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Letters: Daughter of 9/11 victim offers lessons

Rudy Mastrocinque, 43, of Kings Park, shown with

Rudy Mastrocinque, 43, of Kings Park, shown with his son Peter, wife Meryl Ross Mastrocinque and daughter Amy, was killed Sept. 11, 2001, in the World Trade Center terrorist attacks. Credit: Mastrocinque family

I’m happy for Amy Mastrocinque, the Long Island teacher who wrote an essay, “Muslims Did Not Kill My Father” [“Meeting hate with love,” News, Feb. 1].

I’m happy that she can get some relief and closure in believing that it wasn’t Islam that drove men to crash planes into the World Trade Center on 9/11, killing her father.

I believe the attackers were psychotic, ignorant and frustrated Muslim radicals. My son and his friends who made it out of the towers know that it was Muslim radicals who killed their 343 fellow firefighters, as well as police and others that dreadful day.

We have to know who is traveling in and out of our country, who they are staying with, and what are they involved in — and then they will be welcomed. Until they are properly researched, they are detained. That’s not the same as a ban.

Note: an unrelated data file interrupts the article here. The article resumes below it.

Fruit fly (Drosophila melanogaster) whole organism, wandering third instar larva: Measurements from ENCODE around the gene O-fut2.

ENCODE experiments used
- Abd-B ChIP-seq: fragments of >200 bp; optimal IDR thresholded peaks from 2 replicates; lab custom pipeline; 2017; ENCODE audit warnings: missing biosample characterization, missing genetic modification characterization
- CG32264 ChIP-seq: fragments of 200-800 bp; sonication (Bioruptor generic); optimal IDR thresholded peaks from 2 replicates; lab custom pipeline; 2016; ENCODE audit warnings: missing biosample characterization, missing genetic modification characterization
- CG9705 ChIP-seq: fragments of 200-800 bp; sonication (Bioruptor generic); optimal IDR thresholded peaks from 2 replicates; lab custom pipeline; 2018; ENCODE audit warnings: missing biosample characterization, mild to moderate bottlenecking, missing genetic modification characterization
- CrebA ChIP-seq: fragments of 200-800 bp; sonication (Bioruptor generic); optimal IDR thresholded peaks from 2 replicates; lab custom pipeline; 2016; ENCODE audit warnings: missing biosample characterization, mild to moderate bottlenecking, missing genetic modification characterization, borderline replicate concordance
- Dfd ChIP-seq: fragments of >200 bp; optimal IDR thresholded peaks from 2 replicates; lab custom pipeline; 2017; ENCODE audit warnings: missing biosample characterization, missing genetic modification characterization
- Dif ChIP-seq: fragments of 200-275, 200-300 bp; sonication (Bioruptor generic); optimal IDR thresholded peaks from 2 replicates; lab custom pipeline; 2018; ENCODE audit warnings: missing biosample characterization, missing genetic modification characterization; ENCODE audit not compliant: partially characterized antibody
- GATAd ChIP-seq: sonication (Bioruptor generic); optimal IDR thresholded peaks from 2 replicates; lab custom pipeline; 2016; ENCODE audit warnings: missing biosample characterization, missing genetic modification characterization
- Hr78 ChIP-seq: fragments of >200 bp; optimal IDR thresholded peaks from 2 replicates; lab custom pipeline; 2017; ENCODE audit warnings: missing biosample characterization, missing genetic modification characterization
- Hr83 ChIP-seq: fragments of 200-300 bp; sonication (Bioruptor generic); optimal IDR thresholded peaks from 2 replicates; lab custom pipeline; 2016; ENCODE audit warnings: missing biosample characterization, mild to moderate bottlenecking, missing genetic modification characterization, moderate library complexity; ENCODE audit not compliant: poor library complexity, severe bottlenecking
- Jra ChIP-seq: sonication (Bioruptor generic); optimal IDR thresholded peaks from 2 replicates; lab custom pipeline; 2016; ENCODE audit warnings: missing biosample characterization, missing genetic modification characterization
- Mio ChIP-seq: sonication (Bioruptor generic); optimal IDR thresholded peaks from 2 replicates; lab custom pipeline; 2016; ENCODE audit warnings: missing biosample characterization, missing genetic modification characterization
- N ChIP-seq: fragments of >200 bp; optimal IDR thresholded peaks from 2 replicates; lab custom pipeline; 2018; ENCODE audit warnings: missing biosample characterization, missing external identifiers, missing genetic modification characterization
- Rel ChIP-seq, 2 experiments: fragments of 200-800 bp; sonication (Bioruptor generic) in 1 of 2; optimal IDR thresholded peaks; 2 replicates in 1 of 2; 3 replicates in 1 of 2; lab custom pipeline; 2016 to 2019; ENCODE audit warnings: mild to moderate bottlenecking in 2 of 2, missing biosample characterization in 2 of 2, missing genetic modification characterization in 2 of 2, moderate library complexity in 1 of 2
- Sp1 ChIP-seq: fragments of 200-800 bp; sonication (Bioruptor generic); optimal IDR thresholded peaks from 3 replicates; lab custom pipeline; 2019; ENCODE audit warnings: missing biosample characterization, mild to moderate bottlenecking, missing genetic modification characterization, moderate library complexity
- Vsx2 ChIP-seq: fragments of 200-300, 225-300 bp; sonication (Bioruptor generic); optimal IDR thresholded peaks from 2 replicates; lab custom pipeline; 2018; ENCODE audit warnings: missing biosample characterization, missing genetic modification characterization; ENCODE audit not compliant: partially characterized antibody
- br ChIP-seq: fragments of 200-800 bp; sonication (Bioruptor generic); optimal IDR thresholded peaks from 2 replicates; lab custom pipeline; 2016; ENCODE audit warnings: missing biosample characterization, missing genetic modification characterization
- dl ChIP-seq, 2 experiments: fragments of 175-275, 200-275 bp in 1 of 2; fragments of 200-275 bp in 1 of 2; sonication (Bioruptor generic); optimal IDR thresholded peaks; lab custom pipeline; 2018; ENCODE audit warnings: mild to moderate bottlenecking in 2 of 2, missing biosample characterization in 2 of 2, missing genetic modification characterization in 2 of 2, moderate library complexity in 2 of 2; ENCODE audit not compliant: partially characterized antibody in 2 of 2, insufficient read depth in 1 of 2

Shirley Johnson Hicksville


I was very happy that Newsday published the story about Amy Mastrocinque. I went online to read her entire essay. It strengthened my hope for humanity in the 21st century.

I’m a retired special education teacher, and I believe her school and students are very lucky to have such a sensitive and wise teacher. She eloquently shared her pain of losing her dad on 9/11 and her growth over the years. She included her realization that terrorists might say they are Muslim, but they do not practice the teachings of this religion.

I believe her dad is very proud of the woman she has become. I applaud her courage for speaking up for her beliefs and sharing them with the world.

Brian Abrams, Babylon